Written on January 30, 2012
Today I’m showing a stark and interesting four panel, indigo dyed cotton futon cover that is decorated using a free hand paste resist technique called tsutsugaki. The images on this futon cover are concise yet celebratory: the tortoise and crane (tsuru and kame in Japanese) and a centrally placed, large kamon or family crest.The kamon is interesting: first, it is a rendition of stripes whose source has a martial background. During wartime in feudal Japan a general’s encampment would be surrounded by curtains of alternating colors in order to distinguish his from the rest. This kind of stripe or hikiryo is the basis of this mon or family crest.Notice how this mon is designed using a fake kanoko or fawn dappled shibori pattern. Really charming.And the crane and the tortoise–it is fairly well known that these animals symbolize longevity in the language of Chinese and Japanese design.Not only does the crane represent long life, its elegant form conveys a sense of beauty. Also, the crane is a symbol of conjugal fidelity as cranes mate for life.These tortoises are charmingly rendered–and once when I was traveling in China I saw hairy shelled turtles, much like these.This futon cover was most likely created for a wedding trousseau. In the Meiji Era (1868-1912) there was an easing of government strictures upon Japanese citizens and at this time ordinary people could produce showy bridal trousseaux and could present them in a lavish fashion with great ceremony to a newly married couple.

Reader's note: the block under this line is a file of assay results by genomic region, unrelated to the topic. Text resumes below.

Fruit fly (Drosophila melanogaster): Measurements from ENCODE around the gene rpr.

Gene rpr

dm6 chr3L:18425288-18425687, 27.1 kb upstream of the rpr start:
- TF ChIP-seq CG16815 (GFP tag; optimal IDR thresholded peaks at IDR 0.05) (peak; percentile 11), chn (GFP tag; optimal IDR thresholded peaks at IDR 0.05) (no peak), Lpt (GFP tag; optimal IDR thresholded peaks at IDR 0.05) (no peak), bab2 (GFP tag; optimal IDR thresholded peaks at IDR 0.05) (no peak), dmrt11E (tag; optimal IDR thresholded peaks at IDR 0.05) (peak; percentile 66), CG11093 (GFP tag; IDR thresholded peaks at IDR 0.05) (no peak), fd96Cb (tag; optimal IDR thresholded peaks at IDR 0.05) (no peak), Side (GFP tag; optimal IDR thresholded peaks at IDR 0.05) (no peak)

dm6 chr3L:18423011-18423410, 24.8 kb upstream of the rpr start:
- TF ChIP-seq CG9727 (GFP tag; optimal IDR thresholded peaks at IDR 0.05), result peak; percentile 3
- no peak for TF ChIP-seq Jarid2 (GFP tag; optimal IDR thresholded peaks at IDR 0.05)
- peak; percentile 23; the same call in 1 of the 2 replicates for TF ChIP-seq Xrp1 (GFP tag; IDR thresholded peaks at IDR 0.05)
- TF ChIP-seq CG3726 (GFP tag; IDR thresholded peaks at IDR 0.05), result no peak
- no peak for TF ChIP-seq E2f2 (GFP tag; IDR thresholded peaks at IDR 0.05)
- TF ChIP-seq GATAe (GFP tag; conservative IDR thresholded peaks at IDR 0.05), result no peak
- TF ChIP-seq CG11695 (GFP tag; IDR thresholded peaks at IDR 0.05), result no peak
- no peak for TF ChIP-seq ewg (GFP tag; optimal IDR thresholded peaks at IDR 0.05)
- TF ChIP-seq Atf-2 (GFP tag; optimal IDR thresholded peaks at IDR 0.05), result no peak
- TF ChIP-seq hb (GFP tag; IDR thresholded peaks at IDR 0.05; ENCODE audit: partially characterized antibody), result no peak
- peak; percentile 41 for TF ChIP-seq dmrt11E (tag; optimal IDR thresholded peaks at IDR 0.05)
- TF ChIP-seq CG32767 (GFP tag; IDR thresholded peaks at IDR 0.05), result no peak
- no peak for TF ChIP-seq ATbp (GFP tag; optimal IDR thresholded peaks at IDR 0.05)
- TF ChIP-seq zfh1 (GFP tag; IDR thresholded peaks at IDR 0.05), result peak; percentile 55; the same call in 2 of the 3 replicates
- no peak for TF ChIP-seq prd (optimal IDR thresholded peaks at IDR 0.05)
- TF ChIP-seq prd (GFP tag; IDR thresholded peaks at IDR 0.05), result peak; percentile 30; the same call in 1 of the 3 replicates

In feudal Japan, which essentially ended at the end of the Edo period in the mid-nineteenth century, ordinary people would not have been allowed to create such an ostentatious show of wedding gifts as started being customary with the onset of the Meiji period–nor would common folk have had the money to have commissioned such beautifully decorated utilitarian textiles as this one.